The Master's Voice: Authenticity, Nostalgia, and the Refusal of Irony in Postsocialist Hungary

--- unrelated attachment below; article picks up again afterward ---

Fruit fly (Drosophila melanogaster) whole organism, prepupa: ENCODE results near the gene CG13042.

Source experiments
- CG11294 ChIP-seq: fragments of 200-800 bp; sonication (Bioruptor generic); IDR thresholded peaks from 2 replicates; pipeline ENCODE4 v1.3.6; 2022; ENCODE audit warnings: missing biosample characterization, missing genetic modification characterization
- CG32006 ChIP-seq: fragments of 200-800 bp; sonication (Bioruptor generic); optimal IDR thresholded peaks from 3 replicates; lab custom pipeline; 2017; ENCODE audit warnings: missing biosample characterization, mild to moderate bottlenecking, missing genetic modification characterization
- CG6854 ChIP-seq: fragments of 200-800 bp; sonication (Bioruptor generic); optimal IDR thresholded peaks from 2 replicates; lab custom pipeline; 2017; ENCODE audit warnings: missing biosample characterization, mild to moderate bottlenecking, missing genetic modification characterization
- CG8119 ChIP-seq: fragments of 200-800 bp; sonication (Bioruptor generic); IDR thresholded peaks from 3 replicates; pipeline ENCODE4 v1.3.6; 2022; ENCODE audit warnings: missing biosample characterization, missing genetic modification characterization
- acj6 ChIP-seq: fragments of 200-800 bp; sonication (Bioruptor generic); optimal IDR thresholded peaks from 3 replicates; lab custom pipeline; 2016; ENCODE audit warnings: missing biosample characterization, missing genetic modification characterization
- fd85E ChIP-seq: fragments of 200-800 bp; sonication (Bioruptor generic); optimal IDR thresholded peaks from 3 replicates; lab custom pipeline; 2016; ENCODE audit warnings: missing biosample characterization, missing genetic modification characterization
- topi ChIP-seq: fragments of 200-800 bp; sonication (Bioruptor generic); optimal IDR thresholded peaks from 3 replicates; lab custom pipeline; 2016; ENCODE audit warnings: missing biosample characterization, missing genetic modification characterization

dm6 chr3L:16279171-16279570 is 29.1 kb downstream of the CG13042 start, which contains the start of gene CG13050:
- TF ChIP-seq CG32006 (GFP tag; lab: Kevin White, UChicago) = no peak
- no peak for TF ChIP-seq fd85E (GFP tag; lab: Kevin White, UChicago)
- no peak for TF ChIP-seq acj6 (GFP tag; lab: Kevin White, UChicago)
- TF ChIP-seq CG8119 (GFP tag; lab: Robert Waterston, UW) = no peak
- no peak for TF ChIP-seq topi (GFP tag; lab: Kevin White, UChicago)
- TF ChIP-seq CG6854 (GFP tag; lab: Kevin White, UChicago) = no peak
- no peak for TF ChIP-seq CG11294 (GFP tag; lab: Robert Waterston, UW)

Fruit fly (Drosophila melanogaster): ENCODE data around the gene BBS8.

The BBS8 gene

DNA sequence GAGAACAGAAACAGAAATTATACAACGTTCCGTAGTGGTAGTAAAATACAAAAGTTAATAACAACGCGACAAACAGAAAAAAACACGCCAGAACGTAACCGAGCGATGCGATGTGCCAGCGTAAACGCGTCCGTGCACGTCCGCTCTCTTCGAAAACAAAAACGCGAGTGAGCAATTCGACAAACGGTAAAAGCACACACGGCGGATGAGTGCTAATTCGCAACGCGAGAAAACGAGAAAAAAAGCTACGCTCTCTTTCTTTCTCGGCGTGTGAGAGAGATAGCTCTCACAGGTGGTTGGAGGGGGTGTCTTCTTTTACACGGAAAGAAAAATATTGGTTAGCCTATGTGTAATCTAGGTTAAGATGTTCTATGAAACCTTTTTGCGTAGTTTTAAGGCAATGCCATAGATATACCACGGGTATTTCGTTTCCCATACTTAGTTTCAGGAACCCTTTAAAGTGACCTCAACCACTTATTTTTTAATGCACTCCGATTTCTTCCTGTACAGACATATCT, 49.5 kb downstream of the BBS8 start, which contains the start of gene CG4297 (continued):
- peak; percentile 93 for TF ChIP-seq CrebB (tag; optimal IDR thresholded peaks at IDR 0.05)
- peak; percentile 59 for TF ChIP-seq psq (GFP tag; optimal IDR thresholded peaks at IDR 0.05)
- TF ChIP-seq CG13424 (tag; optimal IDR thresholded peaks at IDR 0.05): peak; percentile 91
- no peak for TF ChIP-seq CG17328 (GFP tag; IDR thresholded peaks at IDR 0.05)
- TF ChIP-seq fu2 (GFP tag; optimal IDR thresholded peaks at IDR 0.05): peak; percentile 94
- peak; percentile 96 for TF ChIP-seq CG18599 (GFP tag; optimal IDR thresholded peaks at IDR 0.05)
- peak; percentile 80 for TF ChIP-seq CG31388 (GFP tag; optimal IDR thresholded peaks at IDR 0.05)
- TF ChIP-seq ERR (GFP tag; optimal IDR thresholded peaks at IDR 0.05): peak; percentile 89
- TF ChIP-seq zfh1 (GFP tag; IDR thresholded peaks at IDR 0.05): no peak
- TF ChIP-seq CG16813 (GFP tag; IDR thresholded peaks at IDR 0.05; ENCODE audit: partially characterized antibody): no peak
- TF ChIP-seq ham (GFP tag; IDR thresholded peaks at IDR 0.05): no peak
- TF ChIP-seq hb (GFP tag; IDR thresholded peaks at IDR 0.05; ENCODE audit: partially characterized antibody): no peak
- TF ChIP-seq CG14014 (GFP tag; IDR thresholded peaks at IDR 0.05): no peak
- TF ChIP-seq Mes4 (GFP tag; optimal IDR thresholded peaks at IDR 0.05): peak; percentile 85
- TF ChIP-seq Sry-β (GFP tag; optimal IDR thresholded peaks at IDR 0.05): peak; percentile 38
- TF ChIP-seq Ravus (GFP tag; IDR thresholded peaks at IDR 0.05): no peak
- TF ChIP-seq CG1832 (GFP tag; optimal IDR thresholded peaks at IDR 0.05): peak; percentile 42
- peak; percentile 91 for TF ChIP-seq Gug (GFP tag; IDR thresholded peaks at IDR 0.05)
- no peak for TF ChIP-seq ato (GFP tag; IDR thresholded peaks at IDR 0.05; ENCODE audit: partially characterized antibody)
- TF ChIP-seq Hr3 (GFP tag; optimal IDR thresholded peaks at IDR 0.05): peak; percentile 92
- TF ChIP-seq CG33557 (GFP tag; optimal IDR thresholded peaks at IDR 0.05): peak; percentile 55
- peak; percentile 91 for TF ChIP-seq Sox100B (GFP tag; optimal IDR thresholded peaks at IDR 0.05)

In 2000, Benedek Uhrin - an elderly man with no apparent musical talent - became an internet phenomenon and later one of the unlikely hit performances at the yearly summer music festival in Hungary. Although local commentators argued that his popularity with youth audiences derived from his kitsch appeal, this article argues to the contrary. Uhrin rose to fame because his performance enabled his audience to refuse irony as rhetorical tool, ethical stance, and reading practice in postsocialist mass culture. Inspiring nostalgia rather than mockery, his much-vaunted sincerity offered an alternative to crises of authenticity created by postsocialism.
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